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    Lost in Translation…or Why Color Theories Do Not Guarantee Good Cloth with Ruby Leslie
November 8, 2008

Weavers are often seduced into buying gorgeous colored yarns but freeze when trying to incorporate them into their weavings. The usual approach to this perennial problem is to learn color theory — a huge and daunting undertaking. But learning terminology is NOT the equivalent of learning how to design cloth and use color well.
The premise of this seminar is: You don’t need to master color theory to use color masterfully. We’ll start by looking at an extensive series of samples for a production line of scarves, woven over several years, which document an incrementally evolving approach to color design. Then we’ll explore the process Ruby has developed for designing for Handwoven magazine’s “Color Forecast” series, using one color palette for numerous weaving structures.
Starting with a layman’s approach to color theory, discussion topics will include how to begin the design process and overcome color design phobia. Strategies for how to successfully incorporate color into woven structures will be addressed with hands-on exercises using commercially available yarns and applying the principles of optical blending.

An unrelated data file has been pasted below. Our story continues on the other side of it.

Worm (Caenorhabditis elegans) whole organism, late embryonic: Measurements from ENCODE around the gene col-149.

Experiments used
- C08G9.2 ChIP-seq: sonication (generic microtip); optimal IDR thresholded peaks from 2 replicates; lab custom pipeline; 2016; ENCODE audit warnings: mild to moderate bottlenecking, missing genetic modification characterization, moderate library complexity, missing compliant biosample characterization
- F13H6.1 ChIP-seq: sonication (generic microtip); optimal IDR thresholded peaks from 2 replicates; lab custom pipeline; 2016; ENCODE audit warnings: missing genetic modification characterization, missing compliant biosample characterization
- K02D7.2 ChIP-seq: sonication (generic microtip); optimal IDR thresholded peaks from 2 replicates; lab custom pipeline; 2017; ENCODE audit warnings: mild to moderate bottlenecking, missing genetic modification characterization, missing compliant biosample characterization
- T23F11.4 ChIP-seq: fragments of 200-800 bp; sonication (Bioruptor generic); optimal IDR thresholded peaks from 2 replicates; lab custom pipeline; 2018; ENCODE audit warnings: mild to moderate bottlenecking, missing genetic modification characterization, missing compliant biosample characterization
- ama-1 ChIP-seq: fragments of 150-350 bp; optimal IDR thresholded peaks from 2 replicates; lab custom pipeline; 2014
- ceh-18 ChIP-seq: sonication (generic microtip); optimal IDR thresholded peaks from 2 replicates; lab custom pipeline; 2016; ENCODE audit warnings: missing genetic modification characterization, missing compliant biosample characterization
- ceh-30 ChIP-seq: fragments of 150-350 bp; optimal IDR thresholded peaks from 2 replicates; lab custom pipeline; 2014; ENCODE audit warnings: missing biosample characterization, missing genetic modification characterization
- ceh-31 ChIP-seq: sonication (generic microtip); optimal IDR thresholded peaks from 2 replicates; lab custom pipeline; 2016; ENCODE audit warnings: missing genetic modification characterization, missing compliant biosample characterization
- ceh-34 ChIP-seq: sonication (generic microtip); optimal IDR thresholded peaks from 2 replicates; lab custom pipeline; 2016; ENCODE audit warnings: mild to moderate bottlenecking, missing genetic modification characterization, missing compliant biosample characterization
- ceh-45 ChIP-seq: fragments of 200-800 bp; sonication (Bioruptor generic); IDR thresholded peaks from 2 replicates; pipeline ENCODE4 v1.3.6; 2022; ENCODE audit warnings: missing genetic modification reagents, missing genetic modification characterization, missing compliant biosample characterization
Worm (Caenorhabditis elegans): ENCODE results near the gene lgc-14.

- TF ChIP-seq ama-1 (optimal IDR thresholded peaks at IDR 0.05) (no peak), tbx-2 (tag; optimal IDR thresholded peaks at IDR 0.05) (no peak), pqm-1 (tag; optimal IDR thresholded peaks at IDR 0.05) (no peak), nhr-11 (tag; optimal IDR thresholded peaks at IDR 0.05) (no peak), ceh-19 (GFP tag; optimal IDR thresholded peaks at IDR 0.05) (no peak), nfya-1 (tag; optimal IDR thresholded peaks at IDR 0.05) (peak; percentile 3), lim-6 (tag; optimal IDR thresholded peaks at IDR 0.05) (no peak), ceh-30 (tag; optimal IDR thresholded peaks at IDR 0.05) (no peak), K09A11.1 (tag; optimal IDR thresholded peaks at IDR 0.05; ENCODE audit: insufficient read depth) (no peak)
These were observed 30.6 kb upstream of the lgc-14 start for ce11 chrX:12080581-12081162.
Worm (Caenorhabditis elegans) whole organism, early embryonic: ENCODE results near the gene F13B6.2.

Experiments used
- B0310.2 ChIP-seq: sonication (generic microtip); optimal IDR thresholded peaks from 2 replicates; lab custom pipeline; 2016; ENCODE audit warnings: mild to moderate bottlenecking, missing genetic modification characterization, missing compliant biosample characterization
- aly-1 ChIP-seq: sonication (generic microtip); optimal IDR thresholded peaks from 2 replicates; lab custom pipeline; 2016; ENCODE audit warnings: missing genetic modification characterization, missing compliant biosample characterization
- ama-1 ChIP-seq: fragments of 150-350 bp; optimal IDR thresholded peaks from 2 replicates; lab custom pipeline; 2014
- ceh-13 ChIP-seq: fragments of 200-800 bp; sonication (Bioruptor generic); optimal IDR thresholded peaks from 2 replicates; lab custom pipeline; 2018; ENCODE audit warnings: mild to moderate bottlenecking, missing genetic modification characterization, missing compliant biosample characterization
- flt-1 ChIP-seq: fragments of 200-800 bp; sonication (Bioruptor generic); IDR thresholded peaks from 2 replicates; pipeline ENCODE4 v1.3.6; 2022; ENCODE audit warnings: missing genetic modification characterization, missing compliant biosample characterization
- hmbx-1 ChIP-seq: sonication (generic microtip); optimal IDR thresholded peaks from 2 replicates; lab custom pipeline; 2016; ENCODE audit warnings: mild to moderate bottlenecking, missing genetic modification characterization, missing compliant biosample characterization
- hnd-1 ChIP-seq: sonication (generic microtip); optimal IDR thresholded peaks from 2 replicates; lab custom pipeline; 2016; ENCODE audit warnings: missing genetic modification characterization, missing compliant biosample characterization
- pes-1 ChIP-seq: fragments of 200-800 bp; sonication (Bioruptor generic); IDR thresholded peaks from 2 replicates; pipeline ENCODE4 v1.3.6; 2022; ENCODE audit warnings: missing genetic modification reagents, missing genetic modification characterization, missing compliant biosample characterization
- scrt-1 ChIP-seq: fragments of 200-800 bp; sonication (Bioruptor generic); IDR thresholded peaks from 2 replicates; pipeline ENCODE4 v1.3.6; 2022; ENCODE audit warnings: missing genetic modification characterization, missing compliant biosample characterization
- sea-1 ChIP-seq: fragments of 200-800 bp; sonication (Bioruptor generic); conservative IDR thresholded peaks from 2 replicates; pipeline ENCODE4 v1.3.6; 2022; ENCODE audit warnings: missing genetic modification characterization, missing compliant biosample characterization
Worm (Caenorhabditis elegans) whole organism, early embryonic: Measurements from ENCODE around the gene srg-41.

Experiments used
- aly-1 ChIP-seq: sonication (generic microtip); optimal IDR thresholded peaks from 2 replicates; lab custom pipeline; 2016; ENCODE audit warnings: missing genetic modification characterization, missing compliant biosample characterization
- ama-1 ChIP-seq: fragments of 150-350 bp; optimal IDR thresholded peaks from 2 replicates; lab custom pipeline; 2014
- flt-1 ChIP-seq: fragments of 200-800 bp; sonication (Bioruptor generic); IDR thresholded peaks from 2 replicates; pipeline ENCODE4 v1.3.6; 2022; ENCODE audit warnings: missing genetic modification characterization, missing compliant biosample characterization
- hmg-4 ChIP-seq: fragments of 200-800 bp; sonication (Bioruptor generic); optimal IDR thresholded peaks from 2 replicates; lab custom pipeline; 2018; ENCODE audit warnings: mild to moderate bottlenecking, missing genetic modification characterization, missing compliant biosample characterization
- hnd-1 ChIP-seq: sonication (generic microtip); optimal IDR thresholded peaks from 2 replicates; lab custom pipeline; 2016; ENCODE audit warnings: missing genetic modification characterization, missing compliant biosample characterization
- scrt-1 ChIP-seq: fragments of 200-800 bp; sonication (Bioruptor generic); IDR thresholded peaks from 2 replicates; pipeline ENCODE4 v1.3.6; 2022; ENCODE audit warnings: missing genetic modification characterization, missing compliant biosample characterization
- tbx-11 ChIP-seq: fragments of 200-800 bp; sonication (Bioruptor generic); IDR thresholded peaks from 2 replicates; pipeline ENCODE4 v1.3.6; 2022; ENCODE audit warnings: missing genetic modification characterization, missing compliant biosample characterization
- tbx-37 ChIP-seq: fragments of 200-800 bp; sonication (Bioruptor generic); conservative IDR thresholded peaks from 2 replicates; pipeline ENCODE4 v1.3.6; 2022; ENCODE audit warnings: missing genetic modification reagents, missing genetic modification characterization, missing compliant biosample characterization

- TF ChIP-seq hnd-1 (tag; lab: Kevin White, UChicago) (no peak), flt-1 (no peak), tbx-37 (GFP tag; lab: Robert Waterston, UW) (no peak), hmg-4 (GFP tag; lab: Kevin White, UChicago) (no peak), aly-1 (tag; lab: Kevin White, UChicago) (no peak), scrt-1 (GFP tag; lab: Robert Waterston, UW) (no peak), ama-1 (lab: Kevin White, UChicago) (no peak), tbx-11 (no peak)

The fee for this workshop is $20.00 plus a $10.00 materials fee.  Participants need to bring in a scissors.  Workshop is limited to 20 participants.

Ruby Leslie maintains a full-time weaving and teaching studio in northern Vermont, where she designs her own line of handwovens under the label Ruby Charuby Weavings. Boundless enthusiasm for sampling and experimenting, especially with color and its interaction with structure has guided Ruby’s creative endeavors from the beginning of her weaving career. For 20 years she has shared her fiber skills, as an artist in residence in the public school system, teaching in venues from pre-school through college. When Handwoven Magazine invited Ruby to become a contributing member of their newly created “Color Forecast” series design team, creating swatches on a regular basis mandated a rethinking of her design process. This fueled her desire to share her insights about how to successfully integrate color, structure, and yarn in weaving without having to rely on recipes. She has taught at guilds and a variety of regional conferences, including Convergence. 



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Welcome, Weavers!
If you’re a weaver--beginner or pro--the Vermont Weavers Guild welcomes you. Plan to join us at one of our regular meetings at the Kimball House, Randolph, Vermont.    

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